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Enhanced Hearing Center - Springfield, MO

Photo of hearing aid batteries lasting longer.

The key to keeping hearing aids cost effective hinges on just one component–the batteries. It’s one of the largest financial concerns consumers face when shopping for hearing aids because the costs of replacing them can add up fast.

Even more concerning, what if the batteries quit at absolutely the worst moment? Even for rechargeable brands, this is a big problem.

In order to avoid the need to replace the batteries several times each week, you can do a few things to extend their life. Make the batteries last just a little bit longer by thinking about these 6 easy ideas.

1. If You’re Looking to Buy a Hearing Aid, be Smart About it

It begins when you are beginning to shop for your hearing aids. Quality of brand and hearing aid features are a couple of the factors which determine battery life. Not every battery is created equally, either. Some less expensive hearing products have low quality components that work with cheaper cell batteries. Make sure you discuss this with your hearing care specialist because you will be changing out the batteries constantly.

Compare the different models as you shop and, also, think about what features are essential for you. You’ll discover that non-wireless hearing aids have batteries that can last twice as long as the wireless models. The larger the hearing aid, the longer the battery will last, too. These larger devices can potentially go for two weeks without requiring new batteries as opposed to the smaller ones which will need battery replacement every couple of days. Recognize how all of the features of a hearing aid affect the power expenditure and then choose the ones you require.

2. Take the Time to Store the Hearing Aids Properly

To lessen drainage of power you will normally need to open the battery door at night. Also, you will want to:

A dry, cool location is where you should store the batteries. Battery cells are adversely impacted by high temperature and humidity. Room temperature is okay just keep them out of the sun and away from heat sources include light bulbs.

Think about using a hearing aid dehumidifier, too. It’s one of the smartest ways to protect both the hearing aids and their batteries. Their fragile components are easily damaged by moisture in the air.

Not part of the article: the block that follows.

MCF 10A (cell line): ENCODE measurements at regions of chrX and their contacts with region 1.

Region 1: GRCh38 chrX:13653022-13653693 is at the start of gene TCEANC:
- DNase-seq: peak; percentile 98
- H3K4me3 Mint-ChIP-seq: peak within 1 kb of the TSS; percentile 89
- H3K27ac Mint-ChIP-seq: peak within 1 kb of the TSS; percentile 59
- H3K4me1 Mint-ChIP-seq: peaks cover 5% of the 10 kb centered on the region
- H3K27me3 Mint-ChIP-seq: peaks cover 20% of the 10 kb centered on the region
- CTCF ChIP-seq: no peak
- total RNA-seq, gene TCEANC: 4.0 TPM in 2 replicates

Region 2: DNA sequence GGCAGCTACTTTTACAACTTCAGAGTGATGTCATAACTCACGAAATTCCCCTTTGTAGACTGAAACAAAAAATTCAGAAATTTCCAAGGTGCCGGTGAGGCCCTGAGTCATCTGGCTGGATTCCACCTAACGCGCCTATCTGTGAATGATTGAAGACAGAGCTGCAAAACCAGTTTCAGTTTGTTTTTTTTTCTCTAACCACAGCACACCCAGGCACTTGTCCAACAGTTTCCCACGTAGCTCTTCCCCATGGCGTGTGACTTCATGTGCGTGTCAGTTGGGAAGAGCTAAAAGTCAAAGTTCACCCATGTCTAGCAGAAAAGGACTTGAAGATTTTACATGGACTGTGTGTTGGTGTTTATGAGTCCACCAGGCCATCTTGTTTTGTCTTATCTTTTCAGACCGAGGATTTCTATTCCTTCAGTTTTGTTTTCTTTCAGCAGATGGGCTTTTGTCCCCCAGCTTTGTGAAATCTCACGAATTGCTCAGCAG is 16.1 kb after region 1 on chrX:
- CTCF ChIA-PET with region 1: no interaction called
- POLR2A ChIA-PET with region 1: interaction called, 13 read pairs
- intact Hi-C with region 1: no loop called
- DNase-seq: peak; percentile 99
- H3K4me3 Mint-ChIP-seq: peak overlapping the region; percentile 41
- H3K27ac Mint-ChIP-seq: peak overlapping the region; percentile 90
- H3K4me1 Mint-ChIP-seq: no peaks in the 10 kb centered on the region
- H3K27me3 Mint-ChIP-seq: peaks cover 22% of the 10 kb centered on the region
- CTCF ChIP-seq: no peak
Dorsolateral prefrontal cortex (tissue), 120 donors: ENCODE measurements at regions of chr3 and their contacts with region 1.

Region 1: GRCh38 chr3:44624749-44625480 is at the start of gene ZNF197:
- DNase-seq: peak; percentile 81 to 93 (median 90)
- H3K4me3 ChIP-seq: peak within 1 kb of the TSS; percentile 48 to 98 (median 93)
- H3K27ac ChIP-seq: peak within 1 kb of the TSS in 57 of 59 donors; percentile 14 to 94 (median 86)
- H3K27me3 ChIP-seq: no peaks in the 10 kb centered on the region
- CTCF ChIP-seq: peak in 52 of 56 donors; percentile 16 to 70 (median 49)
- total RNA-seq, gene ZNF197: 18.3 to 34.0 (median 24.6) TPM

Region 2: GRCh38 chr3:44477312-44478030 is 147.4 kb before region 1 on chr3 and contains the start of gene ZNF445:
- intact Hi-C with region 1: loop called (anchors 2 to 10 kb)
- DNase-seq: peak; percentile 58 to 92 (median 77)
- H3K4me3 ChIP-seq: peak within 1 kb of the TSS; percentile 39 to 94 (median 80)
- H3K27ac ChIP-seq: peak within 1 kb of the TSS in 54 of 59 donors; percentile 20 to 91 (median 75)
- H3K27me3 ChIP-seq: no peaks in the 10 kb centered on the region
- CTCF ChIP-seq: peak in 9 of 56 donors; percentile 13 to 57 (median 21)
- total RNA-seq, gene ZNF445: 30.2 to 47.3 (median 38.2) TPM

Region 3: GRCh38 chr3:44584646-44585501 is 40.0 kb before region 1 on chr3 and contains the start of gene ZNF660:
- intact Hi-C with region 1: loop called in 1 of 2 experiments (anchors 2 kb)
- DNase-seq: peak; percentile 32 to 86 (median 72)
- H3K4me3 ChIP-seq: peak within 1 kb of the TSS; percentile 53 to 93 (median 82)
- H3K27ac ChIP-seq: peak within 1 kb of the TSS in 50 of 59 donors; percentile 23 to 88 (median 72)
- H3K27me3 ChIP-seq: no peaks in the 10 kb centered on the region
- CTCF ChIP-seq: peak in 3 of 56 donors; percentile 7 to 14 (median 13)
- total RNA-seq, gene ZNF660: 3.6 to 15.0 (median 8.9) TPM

3. Be Careful When You Change The Batteries

Make sure your hands are dry and clean. The life of the battery is adversely affected by dampness, dirt, and grease. Don’t forget to keep the plastic tab in place until you are ready to use the new batteries, too. The latest hearing aid batteries mix zinc with the air to power on. But you want to be ready before that happens.

It is worth letting them sit out for five minutes after you pull the tab but before you put them in. Doing this can extend the life of the battery by days.

4. Different Battery Sources And Batteries Can be Experimented with

High quality batteries will last longer than bargain ones, obviously. Don’t only think of the brand, though, but what types of hearing aid batteries you’re using and where you buy them, as well. If you buy in bulk, you can get good batteries for less at some big box stores.

If you buy them online, especially from auction sites such as eBay, use caution. Batteries have sell-by and expiration dates. Once they expire, they shouldn’t be used.

Consult your hearing specialist for advice on where to get batteries at affordable prices.

5. Accept The Inevitable And be Ready For it

Sooner or later, the batteries are going to quit. It’s beneficial if you have an idea when that will happen, so you don’t end up in a difficult situation. To keep track of when the batteries fizzle and need to be replaced, make a schedule. Over time, you’ll get a feel for when you need replacements.

A diary will also help you figure out which brands are right for your hearing devices and what features most affect the battery life.

6. What Are the Alternatives to Batteries

One of the best things about newer hearing aids is that some are rechargeable. You could pay slightly more for those units, but it will be worth it if you can save money on batteries. If you need a lot of features such as wireless or Bluetooth, then rechargeable batteries are likely the better option.

The batteries that make hearing aids work can be as substantial an investment as the hearing aids are. A small amount of due diligence goes a long way to lengthening the life of those batteries and saving you money. To find out what your best option for you is, schedule an appointment with a hearing aid specialist.

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